JENAR Foundation Trip Report 2009
Dear Friends and Sponsors,
We arrived in Calabar Nigeria on December 26, 2009 after a three day delay in Atlanta because of the bad weather that afflicted the east coast and Europe.
On December 30, 2009 we found that our former partner Pope John Paul Good Samaritan Home for the Poor and Needy had just renovated their building from a donation they received recently and would not need us this time around.
We had to find another partner who could really use our help and benefit from your gifts. Dr Anthony B. Nya, who is our medical doctor liaison, recommended that we meet with Drs. Akan Otu and Xavier O. Idem from University Teaching Hospital. They took us to visit the Children's Hospital/ Maternity Clinic to assess their needs.
We would say that God directed us to this hospital, for the experience and the needs were overwhelming. We made the decision at once to support and develop a new partnership with this hospital.
Under the direction of the three doctors, JENAR donated mosquito nets, medicine, school materials, etc. to the children in both hospitals- children ICU and maternity.
During our visit, we observed that there were three premature babies in the maternity wing with no incubators available to support these babies. The Hospital used hot water bags to make a makeshift incubator for the children.
(See image right)
We were told that the mother of the twins died during childbirth, and the father was not financially able to care for the twins. He had not even seen the twins due to lack of transportation and money. We immediately decided to adopt these children and gave money to the nurses to use for the necessities to sustain them. We also provided funds to pay for the transportation of the father to visit the children. Two weeks later we went back to get an update on the welfare of the premature infants. We received good news that they were able to find the father and other relatives of the twins. The twins were released to the father, and the father and relatives were very appreciative of the assistance JENAR gave them.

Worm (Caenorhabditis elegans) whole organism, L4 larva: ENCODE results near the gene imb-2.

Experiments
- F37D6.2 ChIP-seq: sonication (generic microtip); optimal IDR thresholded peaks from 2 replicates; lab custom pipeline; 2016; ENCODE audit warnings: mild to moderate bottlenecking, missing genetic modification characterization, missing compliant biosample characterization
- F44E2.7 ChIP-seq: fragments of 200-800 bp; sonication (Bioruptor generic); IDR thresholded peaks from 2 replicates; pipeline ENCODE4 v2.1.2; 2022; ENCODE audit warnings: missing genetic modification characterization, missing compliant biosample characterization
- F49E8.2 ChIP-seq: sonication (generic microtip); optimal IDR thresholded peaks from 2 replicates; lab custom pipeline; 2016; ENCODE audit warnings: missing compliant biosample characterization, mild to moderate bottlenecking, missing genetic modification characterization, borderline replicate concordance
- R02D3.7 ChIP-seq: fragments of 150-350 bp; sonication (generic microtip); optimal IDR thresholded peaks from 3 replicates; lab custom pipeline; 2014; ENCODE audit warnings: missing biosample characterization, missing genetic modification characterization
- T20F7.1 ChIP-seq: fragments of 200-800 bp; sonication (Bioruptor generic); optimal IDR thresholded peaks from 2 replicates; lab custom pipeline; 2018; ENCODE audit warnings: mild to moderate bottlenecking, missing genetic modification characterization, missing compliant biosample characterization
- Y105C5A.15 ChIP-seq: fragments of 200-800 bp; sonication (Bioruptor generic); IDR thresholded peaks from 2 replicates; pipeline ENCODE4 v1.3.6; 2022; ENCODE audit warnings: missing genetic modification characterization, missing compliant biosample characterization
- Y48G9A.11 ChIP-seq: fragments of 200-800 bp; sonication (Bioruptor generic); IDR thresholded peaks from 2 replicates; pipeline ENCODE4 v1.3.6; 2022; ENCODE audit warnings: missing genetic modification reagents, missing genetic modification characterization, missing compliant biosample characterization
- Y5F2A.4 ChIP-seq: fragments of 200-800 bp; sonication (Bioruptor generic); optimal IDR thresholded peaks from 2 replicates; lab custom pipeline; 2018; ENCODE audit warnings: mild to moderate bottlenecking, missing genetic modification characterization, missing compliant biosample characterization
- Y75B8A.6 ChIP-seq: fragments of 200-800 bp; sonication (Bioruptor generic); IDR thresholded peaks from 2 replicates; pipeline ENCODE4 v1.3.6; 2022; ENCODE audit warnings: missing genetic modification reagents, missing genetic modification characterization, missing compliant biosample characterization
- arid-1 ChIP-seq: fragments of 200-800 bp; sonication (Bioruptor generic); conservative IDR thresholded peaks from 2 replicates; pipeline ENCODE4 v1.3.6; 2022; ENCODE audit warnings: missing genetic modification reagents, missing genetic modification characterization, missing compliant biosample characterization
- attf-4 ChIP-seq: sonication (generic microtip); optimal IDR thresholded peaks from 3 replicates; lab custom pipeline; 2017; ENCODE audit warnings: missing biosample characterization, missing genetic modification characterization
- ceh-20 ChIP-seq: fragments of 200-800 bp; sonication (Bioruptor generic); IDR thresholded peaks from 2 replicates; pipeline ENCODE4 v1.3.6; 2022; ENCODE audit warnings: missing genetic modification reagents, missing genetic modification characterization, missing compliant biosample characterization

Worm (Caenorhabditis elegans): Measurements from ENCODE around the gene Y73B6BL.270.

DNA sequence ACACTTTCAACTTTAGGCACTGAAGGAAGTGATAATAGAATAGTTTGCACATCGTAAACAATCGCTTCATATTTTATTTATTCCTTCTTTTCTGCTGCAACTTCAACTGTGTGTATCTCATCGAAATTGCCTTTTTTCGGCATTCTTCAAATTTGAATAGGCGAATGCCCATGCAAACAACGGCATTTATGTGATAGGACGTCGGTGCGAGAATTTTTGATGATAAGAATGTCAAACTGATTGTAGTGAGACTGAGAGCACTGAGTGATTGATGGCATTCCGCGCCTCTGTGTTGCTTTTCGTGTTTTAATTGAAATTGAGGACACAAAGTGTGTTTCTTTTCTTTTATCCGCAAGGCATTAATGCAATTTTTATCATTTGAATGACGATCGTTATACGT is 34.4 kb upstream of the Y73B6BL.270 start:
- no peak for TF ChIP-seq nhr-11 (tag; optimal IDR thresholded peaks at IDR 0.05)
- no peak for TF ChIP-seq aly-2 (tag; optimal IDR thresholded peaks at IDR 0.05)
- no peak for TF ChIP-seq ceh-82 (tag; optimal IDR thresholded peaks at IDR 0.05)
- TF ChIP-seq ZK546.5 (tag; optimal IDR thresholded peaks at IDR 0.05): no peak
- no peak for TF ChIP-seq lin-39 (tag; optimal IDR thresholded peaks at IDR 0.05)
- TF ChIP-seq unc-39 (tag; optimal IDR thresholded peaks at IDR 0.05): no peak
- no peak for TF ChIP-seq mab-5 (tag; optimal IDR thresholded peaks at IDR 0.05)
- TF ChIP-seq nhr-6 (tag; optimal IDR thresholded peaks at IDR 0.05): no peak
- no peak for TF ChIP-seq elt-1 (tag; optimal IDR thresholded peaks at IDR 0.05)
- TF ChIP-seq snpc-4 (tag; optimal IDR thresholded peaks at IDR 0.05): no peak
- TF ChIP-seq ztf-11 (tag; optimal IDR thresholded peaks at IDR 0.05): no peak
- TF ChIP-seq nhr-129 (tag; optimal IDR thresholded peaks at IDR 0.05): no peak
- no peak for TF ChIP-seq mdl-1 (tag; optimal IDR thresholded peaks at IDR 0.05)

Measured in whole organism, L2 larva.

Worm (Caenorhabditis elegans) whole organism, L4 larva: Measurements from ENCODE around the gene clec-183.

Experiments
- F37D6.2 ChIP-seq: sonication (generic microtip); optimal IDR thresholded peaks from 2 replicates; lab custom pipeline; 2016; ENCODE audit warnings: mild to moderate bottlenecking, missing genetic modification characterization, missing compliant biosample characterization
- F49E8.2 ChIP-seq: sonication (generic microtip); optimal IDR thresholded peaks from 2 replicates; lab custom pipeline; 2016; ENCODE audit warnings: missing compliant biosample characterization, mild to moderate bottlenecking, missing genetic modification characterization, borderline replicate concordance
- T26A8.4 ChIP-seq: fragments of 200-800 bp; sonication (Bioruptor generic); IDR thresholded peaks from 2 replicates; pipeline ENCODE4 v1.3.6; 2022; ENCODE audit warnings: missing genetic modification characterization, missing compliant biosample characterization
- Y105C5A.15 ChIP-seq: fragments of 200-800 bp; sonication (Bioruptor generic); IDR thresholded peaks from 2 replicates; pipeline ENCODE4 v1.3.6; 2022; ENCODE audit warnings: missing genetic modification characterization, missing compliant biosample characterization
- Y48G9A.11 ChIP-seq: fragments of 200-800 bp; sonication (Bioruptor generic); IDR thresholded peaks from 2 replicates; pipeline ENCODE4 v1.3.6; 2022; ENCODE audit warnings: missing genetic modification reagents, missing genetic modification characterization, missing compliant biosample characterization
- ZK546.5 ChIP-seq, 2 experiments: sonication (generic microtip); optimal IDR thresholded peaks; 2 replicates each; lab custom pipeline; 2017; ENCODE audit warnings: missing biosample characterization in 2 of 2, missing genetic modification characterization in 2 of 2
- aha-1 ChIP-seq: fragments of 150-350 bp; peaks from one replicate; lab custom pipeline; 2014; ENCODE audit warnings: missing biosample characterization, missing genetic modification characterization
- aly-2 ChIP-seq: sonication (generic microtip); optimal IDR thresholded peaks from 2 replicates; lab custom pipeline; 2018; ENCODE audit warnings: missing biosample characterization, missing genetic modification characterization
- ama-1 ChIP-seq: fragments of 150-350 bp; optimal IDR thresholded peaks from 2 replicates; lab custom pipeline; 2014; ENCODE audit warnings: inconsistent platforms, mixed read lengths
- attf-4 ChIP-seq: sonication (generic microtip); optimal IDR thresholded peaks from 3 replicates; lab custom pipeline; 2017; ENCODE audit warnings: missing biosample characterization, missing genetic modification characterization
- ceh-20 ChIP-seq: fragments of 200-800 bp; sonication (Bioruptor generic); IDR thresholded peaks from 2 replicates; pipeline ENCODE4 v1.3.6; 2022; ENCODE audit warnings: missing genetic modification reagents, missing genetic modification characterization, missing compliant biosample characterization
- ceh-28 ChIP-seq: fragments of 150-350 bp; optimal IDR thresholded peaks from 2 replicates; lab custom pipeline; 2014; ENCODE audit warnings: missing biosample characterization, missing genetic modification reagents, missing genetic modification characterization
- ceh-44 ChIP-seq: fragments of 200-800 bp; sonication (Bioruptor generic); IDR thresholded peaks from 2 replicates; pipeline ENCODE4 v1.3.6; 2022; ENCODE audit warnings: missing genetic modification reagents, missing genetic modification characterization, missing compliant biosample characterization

In the ICU wing we observed many underprivileged children suffering from diarrhea. There were no waiting rooms available for parents, and we saw some parents sleeping on the floor anxiously waiting and praying for the recovery of their children.
Again we made the decision to buy more medicine to assist in this situation. We also donated medicine bottles for patients to keep their medicine in when they were discharged.
Our journey also took us to visit the last standing clinic whose owner is retiring. He uses the clinic to treat patients on a sliding scale fee or for free. We spoke with him about his vision for the clinic. He responded that he envisions the clinic continuing to serve the under-privileged and would welcome a partnership to ensure that his work to serve life is maintained.
We are glad to say that this trip was very successful. The management of the Teaching Hospital is very pleased to have us as their new partner and wish for a long-term partnership with JENAR. They wrote us a letter of thanks for all the support and donations they received.